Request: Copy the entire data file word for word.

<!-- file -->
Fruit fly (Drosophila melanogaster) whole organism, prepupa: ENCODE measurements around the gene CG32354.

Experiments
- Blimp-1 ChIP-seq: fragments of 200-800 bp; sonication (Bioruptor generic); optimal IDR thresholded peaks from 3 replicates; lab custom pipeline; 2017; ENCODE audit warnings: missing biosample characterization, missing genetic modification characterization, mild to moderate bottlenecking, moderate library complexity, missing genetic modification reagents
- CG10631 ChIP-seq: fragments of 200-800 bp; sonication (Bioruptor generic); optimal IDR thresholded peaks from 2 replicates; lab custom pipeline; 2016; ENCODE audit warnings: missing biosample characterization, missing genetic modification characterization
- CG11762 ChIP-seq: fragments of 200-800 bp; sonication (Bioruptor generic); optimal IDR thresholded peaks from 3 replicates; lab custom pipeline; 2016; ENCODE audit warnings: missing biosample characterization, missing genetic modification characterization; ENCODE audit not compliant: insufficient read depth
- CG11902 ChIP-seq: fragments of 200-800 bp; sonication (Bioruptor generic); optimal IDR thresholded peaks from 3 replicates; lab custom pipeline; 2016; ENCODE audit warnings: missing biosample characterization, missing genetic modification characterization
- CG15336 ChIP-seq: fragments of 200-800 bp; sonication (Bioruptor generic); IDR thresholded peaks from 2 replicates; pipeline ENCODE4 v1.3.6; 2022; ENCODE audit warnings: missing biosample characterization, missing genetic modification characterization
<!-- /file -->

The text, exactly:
Fruit fly (Drosophila melanogaster) whole organism, prepupa: ENCODE measurements around the gene CG32354.

Experiments
- Blimp-1 ChIP-seq: fragments of 200-800 bp; sonication (Bioruptor generic); optimal IDR thresholded peaks from 3 replicates; lab custom pipeline; 2017; ENCODE audit warnings: missing biosample characterization, missing genetic modification characterization, mild to moderate bottlenecking, moderate library complexity, missing genetic modification reagents
- CG10631 ChIP-seq: fragments of 200-800 bp; sonication (Bioruptor generic); optimal IDR thresholded peaks from 2 replicates; lab custom pipeline; 2016; ENCODE audit warnings: missing biosample characterization, missing genetic modification characterization
- CG11762 ChIP-seq: fragments of 200-800 bp; sonication (Bioruptor generic); optimal IDR thresholded peaks from 3 replicates; lab custom pipeline; 2016; ENCODE audit warnings: missing biosample characterization, missing genetic modification characterization; ENCODE audit not compliant: insufficient read depth
- CG11902 ChIP-seq: fragments of 200-800 bp; sonication (Bioruptor generic); optimal IDR thresholded peaks from 3 replicates; lab custom pipeline; 2016; ENCODE audit warnings: missing biosample characterization, missing genetic modification characterization
- CG15336 ChIP-seq: fragments of 200-800 bp; sonication (Bioruptor generic); IDR thresholded peaks from 2 replicates; pipeline ENCODE4 v1.3.6; 2022; ENCODE audit warnings: missing biosample characterization, missing genetic modification characterization